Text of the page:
Hidden Tear Ransomware Gets Out of Hand

Variants of an open-source, educational strain of ransomware called Hidden Tear have shown up around the world after its creator posted the source code to GitHub. Turkish programmer Utku Sen intended for other programmers to use the malware for educational purposes, but soon, modified versions of the ransomware began infecting computers.

Sen has since taken the code down, but not before it was widely distributed. Sen’s code provides the backbone for at least a dozen strains of ransomware.

Hackers Modified and Improved Hidden Tear

Using the Hidden Tear source code allowed hackers to have a major head start in developing variants of the ransomware. Without doing any of the original legwork, they could add features and graphics to Sen’s malware to make distinct new variants.

For instance, POGO Tear is a variant that poses as a Pokemon GO app. When users download the malware, it begins to encrypt all of their files. The ransom note features a smiling Pikachu and the demand is written in Arabic. Thankfully, instructions for removing POGO Tear are available from Trend Micro.

The MoWare variant has several modifications from the original Hidden Tear code. It uses a different encryption algorithm and targets very specific folders for encryption. The developers of MoWare also added a Frequently Asked Questions section to the ransom note to help explain the situation to victims.

Open Source Code and Ransomware-as-a-Service Accelerate Attacks

Ransom note left by Hidden Tear variant POGO Tear.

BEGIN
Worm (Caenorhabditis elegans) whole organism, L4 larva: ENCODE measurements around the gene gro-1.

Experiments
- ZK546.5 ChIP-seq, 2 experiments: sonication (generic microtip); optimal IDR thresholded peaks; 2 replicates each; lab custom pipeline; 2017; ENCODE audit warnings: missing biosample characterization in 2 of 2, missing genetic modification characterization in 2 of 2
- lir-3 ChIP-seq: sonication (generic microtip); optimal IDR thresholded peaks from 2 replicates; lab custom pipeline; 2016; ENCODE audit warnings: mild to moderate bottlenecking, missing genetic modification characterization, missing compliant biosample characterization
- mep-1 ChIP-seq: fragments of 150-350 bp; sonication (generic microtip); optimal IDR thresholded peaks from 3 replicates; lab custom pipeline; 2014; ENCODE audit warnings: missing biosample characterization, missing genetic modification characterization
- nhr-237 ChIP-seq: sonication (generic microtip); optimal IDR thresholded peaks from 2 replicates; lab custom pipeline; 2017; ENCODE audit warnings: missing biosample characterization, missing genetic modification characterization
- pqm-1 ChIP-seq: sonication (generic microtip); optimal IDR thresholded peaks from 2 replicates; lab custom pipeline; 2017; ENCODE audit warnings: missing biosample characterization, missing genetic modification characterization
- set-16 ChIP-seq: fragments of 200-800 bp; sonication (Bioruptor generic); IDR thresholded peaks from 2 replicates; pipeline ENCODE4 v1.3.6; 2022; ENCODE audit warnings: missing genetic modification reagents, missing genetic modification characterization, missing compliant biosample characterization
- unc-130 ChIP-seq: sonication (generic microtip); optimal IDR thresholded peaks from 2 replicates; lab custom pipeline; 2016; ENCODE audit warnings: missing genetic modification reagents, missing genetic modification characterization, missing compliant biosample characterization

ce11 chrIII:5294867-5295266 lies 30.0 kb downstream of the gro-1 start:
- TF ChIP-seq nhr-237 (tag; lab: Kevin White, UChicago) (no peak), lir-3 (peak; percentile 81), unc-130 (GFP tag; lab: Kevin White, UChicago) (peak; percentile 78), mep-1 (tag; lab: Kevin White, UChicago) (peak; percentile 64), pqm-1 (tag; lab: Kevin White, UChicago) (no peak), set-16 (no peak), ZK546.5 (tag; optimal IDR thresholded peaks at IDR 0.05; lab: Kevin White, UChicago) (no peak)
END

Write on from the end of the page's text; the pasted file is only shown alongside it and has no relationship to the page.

Ransom note left by Hidden Tear variant POGO Tear.

Sen’s open source code for Hidden Tear essentially worked as free ransomware-as-a-service. Though he intended to demonstrate how ransomware worked, his example became real ransomware. Here are just a handful of Hidden Tear variants:

In all, there have been over a dozen new variants discovered since Hidden Tear appeared. We should mention that Sen built a backdoor into the program so that decrypting most infected files is possible. This is a good thing because the developers of some of the variants do not have the ability to decrypt the data they encrypted.

Those Who Can’t Code Still Want Ransomware

The large number of Hidden Tear variants proves there is a high demand for functional ransomware. This seems to indicate that ransomware-as-a-service will continue to flourish.

Those who don’t have the technical ability to create ransomware still want to conduct attacks. Because open source projects like Hidden Tear are rare, attackers will have no choice but to use ransomware-as-a-service if they can’t create their own malware.

Avoiding Hidden Tear Variants

There are so many variations among the variants that it’s hard to avoid them specifically. As always, keep current backups and avoid suspicious attachments and links (we can add apps to this list as well).

Always update your software and avoid clicking anything that looks suspicious. Remember, you’re not paranoid if they’re really after you!

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